He had a positive effect on Christians and Muslims alike:
In 1914 The Christian Commonwealth carried words of praise for ‘Abdu’l-Bahá: ‘It is wonderful to see the venerable figure of the revered Baha’i leader passing through the narrow streets of this ancient town [Akká], where he lived for forty years as a political prisoner, and to note the deep respect with which he is saluted by the Turkish officials and the officers of the garrison from the governor downward, who visit him constantly and listen with the deepest attention to his words. “The Master” does not teach in Syria as he did in the West, but he goes about doing good, and Mohammedans and Christians alike share his benefactions. From sunrise often until midnight he works, in spite of broken health, never sparing himself if there is a wrong to be righted or a suffering to be relieved. To Christians who regard ‘Abdu’l-Bahá with impartial and sympathetic eyes, this wonderful selfless life cannot fail to recall that life whose tragic termination on Calvary the whole Christian world recalls…’ (Honnold, Annamarie, Vignettes from the Life of ‘Abdu’l-Bahá)
Lua Getsinger learned this lesson the hard way when ‘Abdu’l-Baha asked her to visit a friend who was poor and sick when He was too busy to go Himself:
Lua Gestinger, one of the early Bahá’ís of America, tells of an experience she had in Akká. She had made the pilgrimage to the prison-city to see ‘Abdu’l-Bahá. One day He said to her that He was too busy today to call upon a friend of His who was very poor and sick. He wished Lua to go in His place. He told her to take food to the sick man and care for him as He had been doing. Lua learned the address and immediately went to do as ‘Abdu’l-Bahá had asked. She felt proud that ‘Abdu’l-Bahá had trusted her with some of His own work. But soon she returned to ‘Abdu’l-Bahá in a state of excitement. “Master,” she exclaimed, “You sent me to a very terrible place! I almost fainted from the awful smell, the dirty rooms, the degrading condition of that man and his house. I left quickly before I could catch some terrible disease.” Sadly and sternly, ‘Abdu’l-Bahá gazed at her. If she wanted to serve God, He told her, she would have to serve her fellow man, because in every person she should see the image and likeness of God. Then He told her to go back to the man’s house. If the house was dirty, she should clean it. If the man was dirty, she should bathe him. If he was hungry, she should feed him. He asked her not to come back until all of this was done. ‘Abdu’l-Bahá has done these things many times for this man, and he told Lua Getsinger that she should be able to do them once. This is how ‘Abdu’l-Bahá taught Lua to serve her fellow man. (Howard Colby Ives, Portals to Freedom, Chapter 6)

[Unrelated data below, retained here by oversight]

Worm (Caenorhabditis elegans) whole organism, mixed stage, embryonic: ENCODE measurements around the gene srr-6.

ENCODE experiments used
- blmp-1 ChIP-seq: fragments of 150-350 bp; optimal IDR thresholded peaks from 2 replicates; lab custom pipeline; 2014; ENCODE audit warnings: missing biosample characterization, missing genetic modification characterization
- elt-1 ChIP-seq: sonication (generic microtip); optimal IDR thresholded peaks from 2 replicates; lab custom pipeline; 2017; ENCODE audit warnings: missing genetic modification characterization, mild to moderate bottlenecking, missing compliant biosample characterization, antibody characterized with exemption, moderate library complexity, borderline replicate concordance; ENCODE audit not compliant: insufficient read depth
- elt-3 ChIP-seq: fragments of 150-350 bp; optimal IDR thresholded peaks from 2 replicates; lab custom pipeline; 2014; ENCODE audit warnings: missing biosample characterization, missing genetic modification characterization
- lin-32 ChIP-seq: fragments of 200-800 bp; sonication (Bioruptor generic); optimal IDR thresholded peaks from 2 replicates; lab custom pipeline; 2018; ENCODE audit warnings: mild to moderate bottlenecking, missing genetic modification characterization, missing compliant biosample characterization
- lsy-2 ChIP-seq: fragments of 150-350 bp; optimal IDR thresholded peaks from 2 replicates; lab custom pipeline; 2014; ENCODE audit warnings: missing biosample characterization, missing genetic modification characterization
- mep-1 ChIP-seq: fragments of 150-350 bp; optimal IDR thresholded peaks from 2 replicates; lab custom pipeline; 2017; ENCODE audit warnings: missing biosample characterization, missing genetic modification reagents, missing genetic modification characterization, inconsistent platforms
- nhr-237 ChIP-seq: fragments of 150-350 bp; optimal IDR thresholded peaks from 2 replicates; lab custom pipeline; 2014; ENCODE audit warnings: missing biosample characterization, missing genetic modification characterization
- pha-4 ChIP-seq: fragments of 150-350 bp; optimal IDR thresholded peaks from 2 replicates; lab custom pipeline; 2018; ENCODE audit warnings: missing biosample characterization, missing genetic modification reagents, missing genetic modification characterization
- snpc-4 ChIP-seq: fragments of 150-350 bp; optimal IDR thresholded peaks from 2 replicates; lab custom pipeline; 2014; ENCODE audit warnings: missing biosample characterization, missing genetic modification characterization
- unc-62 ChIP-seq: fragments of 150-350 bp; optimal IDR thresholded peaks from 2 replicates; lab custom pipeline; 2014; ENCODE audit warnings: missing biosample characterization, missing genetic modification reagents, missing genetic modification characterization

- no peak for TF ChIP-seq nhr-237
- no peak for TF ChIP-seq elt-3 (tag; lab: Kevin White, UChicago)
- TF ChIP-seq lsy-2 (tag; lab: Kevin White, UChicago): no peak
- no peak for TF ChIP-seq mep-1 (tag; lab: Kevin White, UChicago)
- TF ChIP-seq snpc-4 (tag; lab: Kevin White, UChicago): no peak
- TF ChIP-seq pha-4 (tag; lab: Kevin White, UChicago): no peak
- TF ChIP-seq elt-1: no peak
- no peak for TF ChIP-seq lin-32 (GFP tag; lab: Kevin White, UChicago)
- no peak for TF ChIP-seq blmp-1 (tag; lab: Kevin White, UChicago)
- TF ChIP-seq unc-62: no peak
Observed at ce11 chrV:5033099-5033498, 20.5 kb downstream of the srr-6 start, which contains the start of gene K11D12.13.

During World War I when a blockade threatened the lives of many civilians in Haifa, ‘Abdu’l-Bahá saved them from starvation:
During the World War communication with friends and believers outside Syria was almost completely cut off, and ‘Abdu’l-Bahá and his followers suffered great hardships. During those dreary years the resourcefulness and sagacious philanthropy of ‘Abdu’l-Bahá were strikingly shown. He personally organized extensive agricultural operations near Tiberias, bringing under cultivation land which had been untilled for centuries; thus he secured a great supply of wheat by means of which famine was averted, not only for the Bahá’ís, but for many of the poor of all religions, whose wants he liberally supplied. After the cessation of hostilities, a knighthood of the British Empire was conferred upon him in recognition of these services. (United States Bureau of the Census, Religious Bodies: 1936, v 11, part 1, Denominations A to J)